What we need now are for businesses and individuals to consider what they can do to drive change in the city and engage in the cultural sector to explore opportunities to grow our communities. Those interested in being part of our journey should come forward; have a conversation, write an email, share a donation with these groups and be part of combating inequality and breaking down the barriers to opportunity.

We have an ambition of narrowing the social and economic divisions in our city.   I am delighted the Old Vic is sharing that ambition and I look forward to continuing our city partner relationship.



Holocaust Memorial Day 2018

IMG_3522Tomorrow, Saturday 27 January, is Holocaust Memorial Day.

We remember the Holocaust to serve as a statement to all generations that the brutality, tragedy and loss, that had its roots in prejudice, can never be repeated.

We continue to remember the events of over 70 years ago because we must keep alive the memory of the Holocaust and the actions of the Nazis across Europe, to ensure the world never stops learning the dangers of prejudice, anti-semitism and all forms of racism. Six million Jewish people were killed in the holocaust, and many kept in the shocking conditions of death camps across Europe, including Auschwitz-Birkenau in Poland, the largest of the Nazi concentration camps.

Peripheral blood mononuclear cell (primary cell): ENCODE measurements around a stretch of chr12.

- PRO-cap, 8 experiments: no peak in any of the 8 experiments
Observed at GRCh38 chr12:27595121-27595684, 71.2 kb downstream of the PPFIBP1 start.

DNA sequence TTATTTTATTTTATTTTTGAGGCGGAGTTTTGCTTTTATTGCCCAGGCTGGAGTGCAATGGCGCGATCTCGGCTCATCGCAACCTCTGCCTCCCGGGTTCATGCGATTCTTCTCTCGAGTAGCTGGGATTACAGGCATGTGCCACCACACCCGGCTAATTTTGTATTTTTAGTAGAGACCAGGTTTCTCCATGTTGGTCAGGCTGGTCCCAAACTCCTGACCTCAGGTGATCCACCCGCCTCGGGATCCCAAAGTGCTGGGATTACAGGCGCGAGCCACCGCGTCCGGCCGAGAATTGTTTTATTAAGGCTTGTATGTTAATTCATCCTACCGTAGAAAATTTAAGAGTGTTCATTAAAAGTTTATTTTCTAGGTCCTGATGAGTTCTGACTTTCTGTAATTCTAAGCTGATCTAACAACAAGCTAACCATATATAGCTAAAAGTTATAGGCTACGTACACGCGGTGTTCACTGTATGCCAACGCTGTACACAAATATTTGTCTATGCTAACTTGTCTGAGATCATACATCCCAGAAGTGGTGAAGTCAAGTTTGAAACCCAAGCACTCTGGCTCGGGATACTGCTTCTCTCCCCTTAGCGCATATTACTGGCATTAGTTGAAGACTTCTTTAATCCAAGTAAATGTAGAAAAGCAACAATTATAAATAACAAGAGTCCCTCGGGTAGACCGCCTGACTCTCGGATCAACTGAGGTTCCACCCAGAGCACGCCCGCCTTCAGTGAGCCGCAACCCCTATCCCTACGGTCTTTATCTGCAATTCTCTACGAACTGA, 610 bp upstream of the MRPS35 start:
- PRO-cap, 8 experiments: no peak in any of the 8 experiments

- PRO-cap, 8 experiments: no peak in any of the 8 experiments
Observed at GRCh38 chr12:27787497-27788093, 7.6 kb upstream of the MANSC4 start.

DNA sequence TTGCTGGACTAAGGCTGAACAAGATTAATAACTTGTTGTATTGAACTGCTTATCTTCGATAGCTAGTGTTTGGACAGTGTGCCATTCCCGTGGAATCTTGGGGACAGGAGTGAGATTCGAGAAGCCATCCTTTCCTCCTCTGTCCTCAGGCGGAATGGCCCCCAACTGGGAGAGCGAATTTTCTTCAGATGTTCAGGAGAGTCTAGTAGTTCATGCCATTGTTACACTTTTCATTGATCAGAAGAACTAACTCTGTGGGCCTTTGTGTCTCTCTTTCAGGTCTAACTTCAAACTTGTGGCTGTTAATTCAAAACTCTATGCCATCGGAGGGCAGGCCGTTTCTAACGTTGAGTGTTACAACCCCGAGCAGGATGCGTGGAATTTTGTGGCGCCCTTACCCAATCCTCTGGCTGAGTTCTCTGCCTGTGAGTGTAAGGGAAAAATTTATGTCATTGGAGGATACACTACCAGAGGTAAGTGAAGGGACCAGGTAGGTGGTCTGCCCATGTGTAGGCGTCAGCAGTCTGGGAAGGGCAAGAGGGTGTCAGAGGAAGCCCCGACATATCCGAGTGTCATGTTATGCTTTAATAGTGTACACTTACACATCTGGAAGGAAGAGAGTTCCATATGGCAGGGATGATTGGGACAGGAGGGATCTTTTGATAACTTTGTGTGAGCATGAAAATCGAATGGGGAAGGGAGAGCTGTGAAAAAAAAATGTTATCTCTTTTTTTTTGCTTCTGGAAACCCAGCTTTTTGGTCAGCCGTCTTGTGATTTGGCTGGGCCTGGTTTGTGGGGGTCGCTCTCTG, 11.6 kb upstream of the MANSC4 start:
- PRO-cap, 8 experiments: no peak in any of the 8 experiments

27 January marks the anniversary of the liberation of Auschwitz-Birkenau and is the date that we remember not just the victims of Nazi genocide but also subsequent genocides in Cambodia, Rwanda and Darfur.

I spoke today at the Holocaust Memorial Day Civic Commemoration Event at City Hall, organised by the Bristol Holocaust Memorial Day Steering Group.

I was pleased I could spend time honouring the victims and survivors of these regimes of hatred. We must continue to challenge ourselves to learn the lessons of their experience to inform our lives today, to challenge racism and discrimination wherever we find it.

Holocaust memorial Day recognises the development of genocide. We can see it is a process that starts with discrimination, with racism and with hatred. If not checked or challenged, it cannot be prevented.